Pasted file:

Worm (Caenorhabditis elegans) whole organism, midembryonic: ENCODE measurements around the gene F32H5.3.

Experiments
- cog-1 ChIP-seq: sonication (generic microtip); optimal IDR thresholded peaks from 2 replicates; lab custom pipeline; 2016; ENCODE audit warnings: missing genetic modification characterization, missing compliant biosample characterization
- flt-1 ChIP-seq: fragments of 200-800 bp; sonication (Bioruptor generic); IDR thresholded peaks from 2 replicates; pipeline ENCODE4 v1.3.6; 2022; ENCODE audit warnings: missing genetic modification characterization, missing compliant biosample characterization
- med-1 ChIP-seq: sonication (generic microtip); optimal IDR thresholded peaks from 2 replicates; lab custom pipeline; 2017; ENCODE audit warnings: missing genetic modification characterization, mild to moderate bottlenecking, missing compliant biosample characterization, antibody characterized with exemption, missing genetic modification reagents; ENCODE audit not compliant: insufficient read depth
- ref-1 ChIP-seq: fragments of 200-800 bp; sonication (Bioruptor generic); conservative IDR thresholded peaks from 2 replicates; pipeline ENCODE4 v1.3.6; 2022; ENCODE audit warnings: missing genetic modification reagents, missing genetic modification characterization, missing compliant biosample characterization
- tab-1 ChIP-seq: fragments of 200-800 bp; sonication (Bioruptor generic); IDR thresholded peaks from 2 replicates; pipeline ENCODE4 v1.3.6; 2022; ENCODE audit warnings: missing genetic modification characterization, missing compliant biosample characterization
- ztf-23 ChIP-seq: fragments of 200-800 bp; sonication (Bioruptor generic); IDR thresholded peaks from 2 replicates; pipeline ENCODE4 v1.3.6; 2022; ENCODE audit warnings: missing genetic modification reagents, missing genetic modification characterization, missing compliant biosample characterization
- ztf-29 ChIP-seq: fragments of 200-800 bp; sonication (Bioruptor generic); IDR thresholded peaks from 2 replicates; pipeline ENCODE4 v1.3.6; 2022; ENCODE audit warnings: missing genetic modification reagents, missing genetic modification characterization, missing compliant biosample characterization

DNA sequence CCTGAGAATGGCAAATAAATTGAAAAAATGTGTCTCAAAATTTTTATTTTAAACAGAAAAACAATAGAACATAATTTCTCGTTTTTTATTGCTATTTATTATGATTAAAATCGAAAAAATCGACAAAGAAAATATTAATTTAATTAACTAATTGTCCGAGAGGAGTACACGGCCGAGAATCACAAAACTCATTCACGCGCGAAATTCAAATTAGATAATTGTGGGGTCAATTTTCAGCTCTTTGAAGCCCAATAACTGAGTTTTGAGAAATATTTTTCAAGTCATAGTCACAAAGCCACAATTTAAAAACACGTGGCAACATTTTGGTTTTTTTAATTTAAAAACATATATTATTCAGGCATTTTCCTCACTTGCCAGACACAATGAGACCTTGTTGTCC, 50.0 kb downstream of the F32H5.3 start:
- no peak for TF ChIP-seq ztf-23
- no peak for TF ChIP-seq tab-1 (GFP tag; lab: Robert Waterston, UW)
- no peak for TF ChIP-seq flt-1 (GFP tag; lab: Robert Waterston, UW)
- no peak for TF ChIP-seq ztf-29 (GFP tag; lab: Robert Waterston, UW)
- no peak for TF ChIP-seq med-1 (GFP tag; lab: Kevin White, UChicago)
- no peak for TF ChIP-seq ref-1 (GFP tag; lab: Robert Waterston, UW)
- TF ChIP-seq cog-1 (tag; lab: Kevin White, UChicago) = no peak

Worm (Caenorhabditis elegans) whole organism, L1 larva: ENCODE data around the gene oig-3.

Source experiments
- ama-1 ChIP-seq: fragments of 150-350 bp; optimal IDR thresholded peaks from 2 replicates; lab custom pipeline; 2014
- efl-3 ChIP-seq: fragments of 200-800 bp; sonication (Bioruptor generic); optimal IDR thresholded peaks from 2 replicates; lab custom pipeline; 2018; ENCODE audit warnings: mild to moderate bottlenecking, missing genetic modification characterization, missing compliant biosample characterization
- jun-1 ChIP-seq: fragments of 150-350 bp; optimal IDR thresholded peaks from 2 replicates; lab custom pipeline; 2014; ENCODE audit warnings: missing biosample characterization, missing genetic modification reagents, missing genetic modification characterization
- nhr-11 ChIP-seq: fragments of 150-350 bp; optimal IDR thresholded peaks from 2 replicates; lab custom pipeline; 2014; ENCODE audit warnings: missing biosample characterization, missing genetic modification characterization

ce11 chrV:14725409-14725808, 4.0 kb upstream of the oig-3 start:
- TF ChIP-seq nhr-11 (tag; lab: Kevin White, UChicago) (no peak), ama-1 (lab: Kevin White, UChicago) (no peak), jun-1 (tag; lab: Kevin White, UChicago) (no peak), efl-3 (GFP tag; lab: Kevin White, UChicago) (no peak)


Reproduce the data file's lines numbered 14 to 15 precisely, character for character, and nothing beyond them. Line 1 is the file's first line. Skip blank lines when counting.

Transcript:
- no peak for TF ChIP-seq ztf-29 (GFP tag; lab: Robert Waterston, UW)
- no peak for TF ChIP-seq med-1 (GFP tag; lab: Kevin White, UChicago)